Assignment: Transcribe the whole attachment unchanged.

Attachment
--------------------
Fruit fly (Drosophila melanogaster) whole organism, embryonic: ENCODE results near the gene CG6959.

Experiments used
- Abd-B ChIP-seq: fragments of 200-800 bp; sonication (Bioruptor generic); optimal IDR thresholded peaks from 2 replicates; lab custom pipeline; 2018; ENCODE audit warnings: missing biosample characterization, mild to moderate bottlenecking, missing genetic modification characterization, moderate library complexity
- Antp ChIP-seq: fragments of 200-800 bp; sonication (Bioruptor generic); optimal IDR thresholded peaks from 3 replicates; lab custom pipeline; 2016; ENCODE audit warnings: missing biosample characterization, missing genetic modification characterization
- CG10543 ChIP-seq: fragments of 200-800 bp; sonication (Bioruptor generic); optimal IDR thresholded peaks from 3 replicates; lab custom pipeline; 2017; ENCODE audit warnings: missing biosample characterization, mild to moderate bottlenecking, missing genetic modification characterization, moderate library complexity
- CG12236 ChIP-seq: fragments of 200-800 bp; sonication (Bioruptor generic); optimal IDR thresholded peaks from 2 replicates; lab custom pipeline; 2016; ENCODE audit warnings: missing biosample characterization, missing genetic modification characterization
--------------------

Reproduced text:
Fruit fly (Drosophila melanogaster) whole organism, embryonic: ENCODE results near the gene CG6959.

Experiments used
- Abd-B ChIP-seq: fragments of 200-800 bp; sonication (Bioruptor generic); optimal IDR thresholded peaks from 2 replicates; lab custom pipeline; 2018; ENCODE audit warnings: missing biosample characterization, mild to moderate bottlenecking, missing genetic modification characterization, moderate library complexity
- Antp ChIP-seq: fragments of 200-800 bp; sonication (Bioruptor generic); optimal IDR thresholded peaks from 3 replicates; lab custom pipeline; 2016; ENCODE audit warnings: missing biosample characterization, missing genetic modification characterization
- CG10543 ChIP-seq: fragments of 200-800 bp; sonication (Bioruptor generic); optimal IDR thresholded peaks from 3 replicates; lab custom pipeline; 2017; ENCODE audit warnings: missing biosample characterization, mild to moderate bottlenecking, missing genetic modification characterization, moderate library complexity
- CG12236 ChIP-seq: fragments of 200-800 bp; sonication (Bioruptor generic); optimal IDR thresholded peaks from 2 replicates; lab custom pipeline; 2016; ENCODE audit warnings: missing biosample characterization, missing genetic modification characterization